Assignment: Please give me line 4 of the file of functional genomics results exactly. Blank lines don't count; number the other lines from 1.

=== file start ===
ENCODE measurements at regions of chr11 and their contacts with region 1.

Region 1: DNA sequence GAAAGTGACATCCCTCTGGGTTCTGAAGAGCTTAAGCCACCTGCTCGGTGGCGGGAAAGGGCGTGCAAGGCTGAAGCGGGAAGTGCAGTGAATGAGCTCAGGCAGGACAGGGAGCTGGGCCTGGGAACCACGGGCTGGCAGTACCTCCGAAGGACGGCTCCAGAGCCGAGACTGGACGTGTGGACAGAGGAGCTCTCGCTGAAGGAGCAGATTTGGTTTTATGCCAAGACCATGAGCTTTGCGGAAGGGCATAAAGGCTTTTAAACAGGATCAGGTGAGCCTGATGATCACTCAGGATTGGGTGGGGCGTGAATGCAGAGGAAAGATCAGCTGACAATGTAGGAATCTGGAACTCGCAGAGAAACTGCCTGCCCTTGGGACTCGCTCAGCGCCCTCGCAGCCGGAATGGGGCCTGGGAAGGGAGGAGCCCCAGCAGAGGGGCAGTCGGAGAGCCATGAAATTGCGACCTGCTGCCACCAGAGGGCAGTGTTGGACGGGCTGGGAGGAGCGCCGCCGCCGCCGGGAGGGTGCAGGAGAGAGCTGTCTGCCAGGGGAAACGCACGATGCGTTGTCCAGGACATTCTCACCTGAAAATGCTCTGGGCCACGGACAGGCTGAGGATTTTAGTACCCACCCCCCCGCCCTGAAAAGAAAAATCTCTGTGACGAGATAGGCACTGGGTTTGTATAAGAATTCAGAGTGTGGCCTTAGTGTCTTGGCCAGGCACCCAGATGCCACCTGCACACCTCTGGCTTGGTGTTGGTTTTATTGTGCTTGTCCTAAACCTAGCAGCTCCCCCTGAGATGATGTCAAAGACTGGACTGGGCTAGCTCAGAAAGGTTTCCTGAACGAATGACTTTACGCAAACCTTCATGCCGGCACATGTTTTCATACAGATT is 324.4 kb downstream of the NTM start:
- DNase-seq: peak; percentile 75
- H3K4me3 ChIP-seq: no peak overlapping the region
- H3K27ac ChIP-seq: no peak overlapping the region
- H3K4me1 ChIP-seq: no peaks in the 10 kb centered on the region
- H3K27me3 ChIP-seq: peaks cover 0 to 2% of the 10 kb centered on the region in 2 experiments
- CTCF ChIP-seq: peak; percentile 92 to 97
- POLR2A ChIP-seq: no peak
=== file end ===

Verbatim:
- H3K4me3 ChIP-seq: no peak overlapping the region